The Pause project - which was first set up in Hackney to support women who have already had a child taken into care to break the cycle of repeat pregnancies - was initially handed £3m from the innovation fund in November 2014 to establish a second project in Hackney, as well as new projects in Doncaster, Greenwich, Hull, Islington, Newham, and Southwark.
In November last year the project was cited by Education Secretary Justine Greening as being among the three most successful projects to emerge from the innovation programme and was handed a further £6.8m for the four-year period up to 2020 as part of the most recent round of innovation funding to extend to a further nine areas across the country.
The initiative provides intensive support for mothers in order to reduce pregnancies and the number of children coming into the care system.
Although the scheme is voluntary, a requirement for those taking part is the use of long-acting, reversible contraception.
Support workers then put together a support programme for them based on intensive therapeutic activities and practical help. In addition to help with issues on housing and substance misuse, support also takes the form of life-coaching, personal fitness training and esteem-building activities such as go-karting and horse riding.
An evaluation report on the programme said it "generally had a positive and significant impact on the women engaging with it". The report recommends that provision be expanded further.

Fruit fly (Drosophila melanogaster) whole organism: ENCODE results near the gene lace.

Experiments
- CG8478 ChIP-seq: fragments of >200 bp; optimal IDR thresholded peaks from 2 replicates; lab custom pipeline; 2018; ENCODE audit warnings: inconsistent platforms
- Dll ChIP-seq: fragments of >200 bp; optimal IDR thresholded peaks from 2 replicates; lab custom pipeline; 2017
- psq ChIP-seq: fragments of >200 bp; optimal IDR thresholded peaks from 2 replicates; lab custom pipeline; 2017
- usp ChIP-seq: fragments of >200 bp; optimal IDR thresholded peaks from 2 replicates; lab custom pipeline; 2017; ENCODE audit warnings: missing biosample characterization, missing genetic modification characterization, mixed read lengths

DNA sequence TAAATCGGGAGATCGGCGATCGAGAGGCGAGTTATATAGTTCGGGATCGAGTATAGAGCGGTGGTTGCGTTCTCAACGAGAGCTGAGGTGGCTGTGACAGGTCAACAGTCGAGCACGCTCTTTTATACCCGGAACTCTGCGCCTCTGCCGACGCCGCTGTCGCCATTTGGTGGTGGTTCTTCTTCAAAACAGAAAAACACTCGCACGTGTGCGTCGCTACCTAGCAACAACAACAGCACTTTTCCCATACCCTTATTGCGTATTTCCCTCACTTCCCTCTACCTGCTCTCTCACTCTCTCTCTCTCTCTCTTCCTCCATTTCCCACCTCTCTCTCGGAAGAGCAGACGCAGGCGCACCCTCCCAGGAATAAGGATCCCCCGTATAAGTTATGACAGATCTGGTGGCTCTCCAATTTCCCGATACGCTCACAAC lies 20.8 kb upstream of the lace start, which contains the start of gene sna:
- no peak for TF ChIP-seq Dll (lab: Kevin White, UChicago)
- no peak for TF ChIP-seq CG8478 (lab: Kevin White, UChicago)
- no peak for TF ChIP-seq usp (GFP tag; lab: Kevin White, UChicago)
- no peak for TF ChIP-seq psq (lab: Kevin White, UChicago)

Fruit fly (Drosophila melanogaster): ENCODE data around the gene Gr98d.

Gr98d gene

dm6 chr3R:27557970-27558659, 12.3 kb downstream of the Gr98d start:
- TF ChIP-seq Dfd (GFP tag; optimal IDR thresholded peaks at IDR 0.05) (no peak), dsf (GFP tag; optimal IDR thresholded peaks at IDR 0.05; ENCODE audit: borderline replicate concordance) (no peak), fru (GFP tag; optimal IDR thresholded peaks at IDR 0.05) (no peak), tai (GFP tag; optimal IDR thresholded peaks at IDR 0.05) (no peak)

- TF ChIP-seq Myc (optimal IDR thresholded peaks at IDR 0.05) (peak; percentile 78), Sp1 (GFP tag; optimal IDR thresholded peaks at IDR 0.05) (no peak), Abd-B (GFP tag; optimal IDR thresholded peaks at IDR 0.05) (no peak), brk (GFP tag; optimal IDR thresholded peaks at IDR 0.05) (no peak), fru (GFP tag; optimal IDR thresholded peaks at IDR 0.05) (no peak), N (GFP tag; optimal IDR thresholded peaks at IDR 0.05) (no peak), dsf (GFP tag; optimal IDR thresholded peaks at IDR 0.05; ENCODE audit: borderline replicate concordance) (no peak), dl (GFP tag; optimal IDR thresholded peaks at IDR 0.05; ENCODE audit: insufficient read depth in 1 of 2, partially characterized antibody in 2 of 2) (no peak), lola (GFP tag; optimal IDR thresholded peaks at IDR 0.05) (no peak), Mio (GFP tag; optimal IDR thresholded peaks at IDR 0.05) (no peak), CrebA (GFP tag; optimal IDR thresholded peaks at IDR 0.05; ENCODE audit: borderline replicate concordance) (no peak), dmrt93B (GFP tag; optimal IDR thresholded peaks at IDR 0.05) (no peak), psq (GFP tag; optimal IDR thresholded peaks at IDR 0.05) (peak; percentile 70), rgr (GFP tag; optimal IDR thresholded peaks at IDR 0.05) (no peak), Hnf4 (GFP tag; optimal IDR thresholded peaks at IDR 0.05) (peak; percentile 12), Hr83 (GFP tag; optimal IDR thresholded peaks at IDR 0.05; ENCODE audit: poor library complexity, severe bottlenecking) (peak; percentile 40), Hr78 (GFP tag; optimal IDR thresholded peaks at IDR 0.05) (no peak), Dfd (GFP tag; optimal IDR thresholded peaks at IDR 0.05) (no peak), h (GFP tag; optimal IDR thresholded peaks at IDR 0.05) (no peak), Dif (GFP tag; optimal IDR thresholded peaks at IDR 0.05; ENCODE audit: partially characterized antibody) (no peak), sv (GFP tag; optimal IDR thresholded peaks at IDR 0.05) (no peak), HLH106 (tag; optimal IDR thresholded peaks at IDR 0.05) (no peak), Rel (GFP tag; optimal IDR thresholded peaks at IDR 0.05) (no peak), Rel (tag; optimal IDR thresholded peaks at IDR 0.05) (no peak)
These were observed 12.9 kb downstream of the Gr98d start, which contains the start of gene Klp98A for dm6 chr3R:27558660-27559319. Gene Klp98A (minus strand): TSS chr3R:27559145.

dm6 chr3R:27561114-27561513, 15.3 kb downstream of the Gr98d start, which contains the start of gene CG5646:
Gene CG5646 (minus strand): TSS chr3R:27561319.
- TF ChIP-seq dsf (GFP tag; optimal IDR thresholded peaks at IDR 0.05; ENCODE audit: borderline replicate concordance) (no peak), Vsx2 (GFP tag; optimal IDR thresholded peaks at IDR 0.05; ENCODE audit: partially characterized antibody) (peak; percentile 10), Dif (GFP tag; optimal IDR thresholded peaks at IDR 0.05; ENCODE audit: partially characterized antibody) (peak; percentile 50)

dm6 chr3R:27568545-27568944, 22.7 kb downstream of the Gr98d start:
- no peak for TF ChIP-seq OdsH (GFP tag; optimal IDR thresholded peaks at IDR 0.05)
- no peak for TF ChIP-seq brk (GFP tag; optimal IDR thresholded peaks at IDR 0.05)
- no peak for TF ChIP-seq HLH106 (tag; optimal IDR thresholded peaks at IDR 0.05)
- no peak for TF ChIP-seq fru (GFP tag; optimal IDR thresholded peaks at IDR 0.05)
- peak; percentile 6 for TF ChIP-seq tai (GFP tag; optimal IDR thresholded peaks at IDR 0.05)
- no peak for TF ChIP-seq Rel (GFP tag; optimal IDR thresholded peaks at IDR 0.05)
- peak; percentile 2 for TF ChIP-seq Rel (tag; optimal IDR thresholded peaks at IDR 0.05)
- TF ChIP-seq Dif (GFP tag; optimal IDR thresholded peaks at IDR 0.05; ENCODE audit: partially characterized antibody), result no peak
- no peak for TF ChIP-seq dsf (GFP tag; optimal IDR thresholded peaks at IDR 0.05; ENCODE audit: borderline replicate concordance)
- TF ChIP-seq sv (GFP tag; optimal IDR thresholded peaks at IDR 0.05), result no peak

The report states that although two women became pregnant during their time with Pause, it is estimated that between 21 and 36 pregnancies would have occurred had the cohort of 125 women not been engaged in the programme.
"Given the women's histories, these pregnancies would have been likely to have resulted in removals," the report states.
Data provided from the seven initial sites indicate that, by the end of the evaluation period, 25.6 per cent of women who began Pause living in insecure housing had moved to secure housing.
Meanwhile, 30.8 per cent of those who had been drinking alcohol at high-risk levels had reduced their consumption to safer levels.
And 27.3 per cent of those who had been experiencing problematic class A substance misuse were no longer using class A substances.
Almost half (46.4 per cent) of women who disclosed that they had experienced an incident of domestic violence during their intervention reported that no further incidents had taken place during the final months of the evaluation.
A cost/benefit analysis indicates that the full costs of delivering Pause to the cohort of 125 women are likely to be offset by savings to local authorities within two to three years.
Estimated net cost savings for local authorities following the 18-month intervention period are put at between £1.2m and £2.1m per year.
"Qualitative data shows that significant improvements to levels of confidence and self-worth were experienced by women engaged in the programme," the report states.
"Women also reported the benefit of learning new skills, behavioural responses, and coping mechanisms, which had helped them address past traumas and ongoing, day-to-day challenges more effectively."
"Given the positive impact of Pause on women, and the very high likelihood of investment in the programme resulting in very significant cost savings within a relatively short time period, there is good reason to continue and expand provision of the service, provided other key recommendations are met."